In December 1929, mayoral candidates Sam McBride and Bert Wemp debated in the main hall. What had been an exceedingly contentious campaign continued that night as insults were hurled across the stage.
In 1931, Royal Templars of Temperance merged with another fraternal organization, the Independent Order of Foresters (IOF). Due to the merger, the IOF came into possession of the building at 1087 Queen St W, and elected to make it their headquarters. After a round of renovations, the head of the IOF, Supreme Chief Ranger Frank E. Hand, officially reopened The Great Hall as the IOF West End Temple with a dedication gala on Feb. 14th 1933.
By the beginning of the1940s The Great Hall changed had hands once again and became the headquarters of the Polish National Union. It housed the offices and printing press for a Polish community newspaper and, during the Second World War, served as temporary housing for refugees from Europe. The building saw great use as a community hall for Poles and other Eastern Europeans in Toronto, hosting such events as the Slavic Bazaar to raise money for the Canadian Aid-to-Russia Fund, and meetings of the Canadian Polish Congress’ national council.
Throughout the mid-20th century The Great hall continued to serve as a hub for the Polish community in Toronto. The Polish National Union presented a multitude of fundraisers and showcases featuring Polish dance, music, and cuisine; through the 1970s the building served as the Polish pavilion for the Caravan Multicultural Festival. In 1973 the City of Toronto designated The Great Hall as a heritage site.
By the mid-1980s, The Great Hall housed a diverse group of tenants in the vanguard of the Toronto art scene. The Theatre Centre, YYZ Gallery, the Toronto School of Art, and the Music Gallery were long-time residents, bringing together the best in avante-garde and experimental music, performance, and visual art. That legacy has continued in recent years with unique, multimedia events like Long Winter and Art Battle.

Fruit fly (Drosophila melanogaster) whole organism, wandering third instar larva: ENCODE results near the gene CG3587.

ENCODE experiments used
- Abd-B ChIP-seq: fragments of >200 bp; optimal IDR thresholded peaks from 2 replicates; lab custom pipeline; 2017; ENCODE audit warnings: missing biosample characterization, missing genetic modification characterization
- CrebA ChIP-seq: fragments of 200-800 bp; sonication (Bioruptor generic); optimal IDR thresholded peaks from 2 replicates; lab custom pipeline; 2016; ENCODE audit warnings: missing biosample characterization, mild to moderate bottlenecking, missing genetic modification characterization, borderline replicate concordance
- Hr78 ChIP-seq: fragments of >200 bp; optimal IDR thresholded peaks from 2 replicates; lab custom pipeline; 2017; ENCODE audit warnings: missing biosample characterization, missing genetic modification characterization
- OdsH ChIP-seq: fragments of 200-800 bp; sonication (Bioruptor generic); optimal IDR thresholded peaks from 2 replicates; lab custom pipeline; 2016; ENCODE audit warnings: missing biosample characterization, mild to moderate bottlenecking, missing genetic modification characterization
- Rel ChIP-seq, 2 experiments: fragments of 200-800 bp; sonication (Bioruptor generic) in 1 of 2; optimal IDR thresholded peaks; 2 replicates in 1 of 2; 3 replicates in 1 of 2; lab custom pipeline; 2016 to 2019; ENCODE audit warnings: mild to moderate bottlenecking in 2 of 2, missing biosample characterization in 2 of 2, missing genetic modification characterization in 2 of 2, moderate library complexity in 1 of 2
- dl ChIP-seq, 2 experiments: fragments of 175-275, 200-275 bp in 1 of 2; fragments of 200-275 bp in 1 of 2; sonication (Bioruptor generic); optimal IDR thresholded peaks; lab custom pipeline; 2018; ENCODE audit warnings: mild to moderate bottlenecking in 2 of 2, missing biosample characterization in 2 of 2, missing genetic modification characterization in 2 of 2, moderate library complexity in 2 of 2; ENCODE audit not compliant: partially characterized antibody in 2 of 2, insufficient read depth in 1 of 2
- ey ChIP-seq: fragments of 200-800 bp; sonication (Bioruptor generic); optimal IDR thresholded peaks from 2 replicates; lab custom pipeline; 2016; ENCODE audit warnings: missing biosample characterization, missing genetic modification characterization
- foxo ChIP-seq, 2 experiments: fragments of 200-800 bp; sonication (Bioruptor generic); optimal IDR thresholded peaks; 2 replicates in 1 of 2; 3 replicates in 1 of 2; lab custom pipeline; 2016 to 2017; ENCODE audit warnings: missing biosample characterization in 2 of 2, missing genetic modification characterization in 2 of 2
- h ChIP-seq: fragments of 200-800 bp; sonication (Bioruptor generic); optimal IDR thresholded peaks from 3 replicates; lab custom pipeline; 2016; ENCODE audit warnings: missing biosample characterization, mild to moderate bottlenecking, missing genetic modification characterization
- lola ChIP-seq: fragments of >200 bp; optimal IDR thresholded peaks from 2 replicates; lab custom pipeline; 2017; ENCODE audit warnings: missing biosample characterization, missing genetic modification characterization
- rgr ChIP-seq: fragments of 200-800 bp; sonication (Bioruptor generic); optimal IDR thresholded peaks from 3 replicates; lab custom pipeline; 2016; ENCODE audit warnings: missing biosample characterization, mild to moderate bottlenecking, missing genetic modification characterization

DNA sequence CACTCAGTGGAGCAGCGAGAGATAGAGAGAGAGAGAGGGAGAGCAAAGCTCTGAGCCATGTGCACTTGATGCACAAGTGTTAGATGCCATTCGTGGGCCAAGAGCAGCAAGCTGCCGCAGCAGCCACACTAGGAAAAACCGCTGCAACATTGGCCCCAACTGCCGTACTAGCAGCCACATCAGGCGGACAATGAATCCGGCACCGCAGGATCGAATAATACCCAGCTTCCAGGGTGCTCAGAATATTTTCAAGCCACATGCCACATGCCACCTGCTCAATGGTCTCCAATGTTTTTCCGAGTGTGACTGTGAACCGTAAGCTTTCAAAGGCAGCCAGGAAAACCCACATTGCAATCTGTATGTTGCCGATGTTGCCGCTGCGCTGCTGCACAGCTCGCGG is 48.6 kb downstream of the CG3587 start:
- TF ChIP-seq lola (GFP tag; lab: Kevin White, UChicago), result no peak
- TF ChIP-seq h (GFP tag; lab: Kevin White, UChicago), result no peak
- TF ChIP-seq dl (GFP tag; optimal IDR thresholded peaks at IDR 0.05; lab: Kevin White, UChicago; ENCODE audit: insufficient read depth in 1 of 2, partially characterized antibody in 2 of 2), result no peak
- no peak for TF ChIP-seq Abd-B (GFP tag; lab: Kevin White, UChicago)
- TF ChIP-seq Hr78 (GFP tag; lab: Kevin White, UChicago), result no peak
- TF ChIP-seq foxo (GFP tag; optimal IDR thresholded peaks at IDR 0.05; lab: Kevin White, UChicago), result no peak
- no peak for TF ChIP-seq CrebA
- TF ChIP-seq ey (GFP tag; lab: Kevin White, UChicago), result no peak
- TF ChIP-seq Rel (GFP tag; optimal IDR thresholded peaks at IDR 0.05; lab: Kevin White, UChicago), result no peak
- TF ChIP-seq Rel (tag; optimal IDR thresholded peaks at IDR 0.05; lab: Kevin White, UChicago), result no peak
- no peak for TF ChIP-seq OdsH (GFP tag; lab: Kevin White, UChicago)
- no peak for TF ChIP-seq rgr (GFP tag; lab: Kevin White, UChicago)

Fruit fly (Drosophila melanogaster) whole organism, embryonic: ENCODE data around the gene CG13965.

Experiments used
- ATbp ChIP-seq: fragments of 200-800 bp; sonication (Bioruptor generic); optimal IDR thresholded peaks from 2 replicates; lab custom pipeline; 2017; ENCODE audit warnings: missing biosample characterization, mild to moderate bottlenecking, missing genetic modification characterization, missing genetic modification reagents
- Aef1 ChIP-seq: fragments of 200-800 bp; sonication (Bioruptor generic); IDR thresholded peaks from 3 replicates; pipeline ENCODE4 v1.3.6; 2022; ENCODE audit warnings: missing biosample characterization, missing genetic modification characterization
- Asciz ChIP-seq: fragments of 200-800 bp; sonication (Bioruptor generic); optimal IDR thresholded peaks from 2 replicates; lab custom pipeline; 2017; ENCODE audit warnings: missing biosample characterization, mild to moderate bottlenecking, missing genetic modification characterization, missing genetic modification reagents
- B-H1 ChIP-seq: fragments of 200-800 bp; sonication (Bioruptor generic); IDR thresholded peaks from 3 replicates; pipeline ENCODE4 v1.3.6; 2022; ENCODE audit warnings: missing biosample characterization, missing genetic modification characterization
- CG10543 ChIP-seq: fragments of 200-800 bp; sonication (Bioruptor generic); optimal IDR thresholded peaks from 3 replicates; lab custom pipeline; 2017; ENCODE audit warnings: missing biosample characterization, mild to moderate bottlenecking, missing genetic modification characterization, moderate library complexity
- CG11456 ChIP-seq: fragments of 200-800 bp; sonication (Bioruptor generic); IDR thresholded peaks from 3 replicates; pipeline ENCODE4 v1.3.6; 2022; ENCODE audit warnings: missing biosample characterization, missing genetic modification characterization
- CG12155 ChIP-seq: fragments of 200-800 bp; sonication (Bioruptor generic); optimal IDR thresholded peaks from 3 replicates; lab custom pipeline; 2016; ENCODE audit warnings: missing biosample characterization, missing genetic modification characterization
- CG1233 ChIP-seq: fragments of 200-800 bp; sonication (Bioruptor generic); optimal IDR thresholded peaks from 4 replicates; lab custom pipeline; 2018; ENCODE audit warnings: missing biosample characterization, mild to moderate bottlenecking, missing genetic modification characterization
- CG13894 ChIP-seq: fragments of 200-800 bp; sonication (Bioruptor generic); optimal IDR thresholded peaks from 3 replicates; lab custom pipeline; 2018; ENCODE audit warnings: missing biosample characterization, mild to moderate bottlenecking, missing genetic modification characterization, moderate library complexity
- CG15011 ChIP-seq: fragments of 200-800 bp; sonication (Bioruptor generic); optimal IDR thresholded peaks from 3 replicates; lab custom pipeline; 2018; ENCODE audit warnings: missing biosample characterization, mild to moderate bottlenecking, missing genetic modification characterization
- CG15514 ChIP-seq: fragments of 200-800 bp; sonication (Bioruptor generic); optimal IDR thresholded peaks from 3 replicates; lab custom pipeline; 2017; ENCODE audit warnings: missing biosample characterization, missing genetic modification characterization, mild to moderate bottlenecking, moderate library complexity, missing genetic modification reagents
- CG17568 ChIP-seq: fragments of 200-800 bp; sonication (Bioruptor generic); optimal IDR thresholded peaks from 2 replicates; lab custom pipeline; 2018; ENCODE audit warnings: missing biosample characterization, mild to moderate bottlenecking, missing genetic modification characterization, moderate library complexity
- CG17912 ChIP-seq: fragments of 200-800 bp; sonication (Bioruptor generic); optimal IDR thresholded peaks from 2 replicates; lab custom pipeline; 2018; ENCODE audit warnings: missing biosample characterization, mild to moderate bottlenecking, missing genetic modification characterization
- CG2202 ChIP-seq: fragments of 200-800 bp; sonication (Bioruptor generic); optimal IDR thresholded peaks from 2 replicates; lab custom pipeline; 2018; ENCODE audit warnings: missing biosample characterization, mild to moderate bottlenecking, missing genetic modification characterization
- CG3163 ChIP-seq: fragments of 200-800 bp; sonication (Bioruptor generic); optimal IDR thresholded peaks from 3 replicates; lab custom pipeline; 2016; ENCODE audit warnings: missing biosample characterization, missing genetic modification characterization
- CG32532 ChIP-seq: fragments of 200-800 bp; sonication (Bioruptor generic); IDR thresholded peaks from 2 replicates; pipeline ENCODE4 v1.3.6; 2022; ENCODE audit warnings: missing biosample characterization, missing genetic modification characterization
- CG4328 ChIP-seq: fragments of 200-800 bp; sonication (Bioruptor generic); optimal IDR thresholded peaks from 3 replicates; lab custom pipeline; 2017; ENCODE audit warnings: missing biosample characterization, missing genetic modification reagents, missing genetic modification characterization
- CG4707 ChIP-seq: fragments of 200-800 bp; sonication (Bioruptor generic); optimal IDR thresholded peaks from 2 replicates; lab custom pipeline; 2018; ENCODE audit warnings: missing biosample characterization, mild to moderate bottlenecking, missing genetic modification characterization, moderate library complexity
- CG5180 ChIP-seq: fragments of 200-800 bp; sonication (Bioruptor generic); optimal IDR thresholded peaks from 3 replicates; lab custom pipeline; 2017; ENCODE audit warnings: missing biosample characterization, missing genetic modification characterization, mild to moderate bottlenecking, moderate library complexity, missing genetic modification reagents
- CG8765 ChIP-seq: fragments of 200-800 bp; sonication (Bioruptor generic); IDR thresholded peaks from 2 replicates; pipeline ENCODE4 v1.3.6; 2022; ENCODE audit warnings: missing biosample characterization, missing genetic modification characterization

From opening night in 1890 to today, The Great Hall earned a reputation as a premier venue for musical performance featuring local and international talent. Over the past 25 years its stage has been graced by an eclectic array of artists, including Sonic Youth, City & Colour, Gilles Peterson, Feist, Daniel Lanois, Metric, and Sloan.
Public speaking and community events have long been a mainstay at The Great Hall, a great number of dignitaries appeared there over the years, including author Michael Ondaatje, and astronaut Commander Chris Hadfield. In the 21st century the building has held events for the Toronto Jazz Festival, Nuit Blanche, Summerworks, CBC Literary Prizes, and We Day. The Great Hall has hosted events for some of the world’s best-recognized brands from technology (Google, Twitter), banking (CIBC Scotiabank, TD Bank), and more (Heineken, Fido, Red Bull). These entities have solidified The Great Hall’s reputation as a prime event venue in the modern era.
Just as it had 85 years ago, in 2015 The Great Hall played host to political campaigns as the setting for two innovative live-streamed events in the run-up to Canada’s federal election. NDP leader Tom Mulcair, and Liberal leader (and eventual Prime Minister) Justin Trudeau both appeared on stage for a Vice Canada town hall series in which they shared their views and policies on a range of topics in front of a live audience.
In 2016, owners of The Great Hall completed a comprehensive renovation and modernization of the exterior, event spaces, and amenities. This exhaustive endeavour spanned the entire structure, with special attention paid to revealing the unique history of the building and its many incarnations through the years. In addition to the fully refinished façade, architectural details throughout The Great Hall’s interior were diligently restored to their original beauty. The renovation allowed for an increase in capacity, and infrastructure updates included new washrooms for all venues, a modern HVAC system, and the addition of state of the art audio-visual systems in the performance venues. Accessibility was also brought up to date with the installation of an elevator; no small feat in a building over 125 years old.
This achievement was the culmination of a multi-year revitalization process, with support from city officials and the surrounding community. After hosting the West End and the world for over 125 years, The Great Hall now begins a new chapter as the hub for community and culture in Toronto.